This leads to Huck and Jim traveling together down the Mississippi River by night (to avoid the risk of Jim being seen and attracting undue attention.) They intend to come to come ashore at Cairo, Illinois being a free state where Jim might have a shot of restarting life. The problems is that running the river at night is dangerous (and sometimes foggy) and it’s easy to miss what one is looking for to stumble into something one doesn’t want. For example, their raft was run into by a steamboat, leading to Huck finding himself washed ashore in the middle of territory where a Hatfield-McCoy style family feud is playing out. And Jim and Huck do “miss their exit” and end up further down river than they would have liked – and that is safe for Jim.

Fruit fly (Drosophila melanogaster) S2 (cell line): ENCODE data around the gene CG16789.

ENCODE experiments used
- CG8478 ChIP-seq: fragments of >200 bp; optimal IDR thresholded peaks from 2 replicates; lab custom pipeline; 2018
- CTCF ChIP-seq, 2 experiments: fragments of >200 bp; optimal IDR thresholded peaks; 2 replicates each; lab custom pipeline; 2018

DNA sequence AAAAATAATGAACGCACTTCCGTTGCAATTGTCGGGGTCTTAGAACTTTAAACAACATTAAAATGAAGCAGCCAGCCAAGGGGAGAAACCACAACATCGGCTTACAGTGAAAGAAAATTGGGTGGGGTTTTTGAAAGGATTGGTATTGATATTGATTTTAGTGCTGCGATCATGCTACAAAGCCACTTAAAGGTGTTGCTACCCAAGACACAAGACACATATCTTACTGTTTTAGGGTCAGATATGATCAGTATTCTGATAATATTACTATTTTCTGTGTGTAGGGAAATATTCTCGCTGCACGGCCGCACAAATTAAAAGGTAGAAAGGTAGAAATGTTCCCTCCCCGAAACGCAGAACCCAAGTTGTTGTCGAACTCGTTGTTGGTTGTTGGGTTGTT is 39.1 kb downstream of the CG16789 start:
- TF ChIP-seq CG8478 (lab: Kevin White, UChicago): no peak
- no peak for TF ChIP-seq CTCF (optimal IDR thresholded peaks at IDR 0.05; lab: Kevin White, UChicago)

There is an extended period during which a pair of con-men end up traveling with Huck and Jim, putting on shows that are not entertaining, but which they trick people into coming to in large numbers. These two men, who claim to be a Duke and a King, run various cons from town to town, the most extensive (and despicable) one involving making a claim to being the next-of-kin of a deceased man they find out about while traveling. Huck’s moral sensibilities come into play here, as well, as he can no longer tolerate the two men’s con when he sees it will seriously hurt good people. (As opposed to mildly cheating a mixed crowd of the good, the bad, and the ugly.) When one of the men sells out Jim, resulting in the runaway’s capture, Huck goes out to try to free Jim.
In what is the story’s biggest leap, it turns out that the household that has taken possession of Jim are relatives of Tom Sawyer, and they mistake Huck for Tom, who has been due to arrive any day. Of course, Huck doesn’t know who he’s been mistaken for when he arrives, and this creates some comedic gold. When the real Tom arrives, Huck intercepts him and they join together in a scam where Huck continues to be Tom and Tom pretends to be Sid (after pranking his aunt.)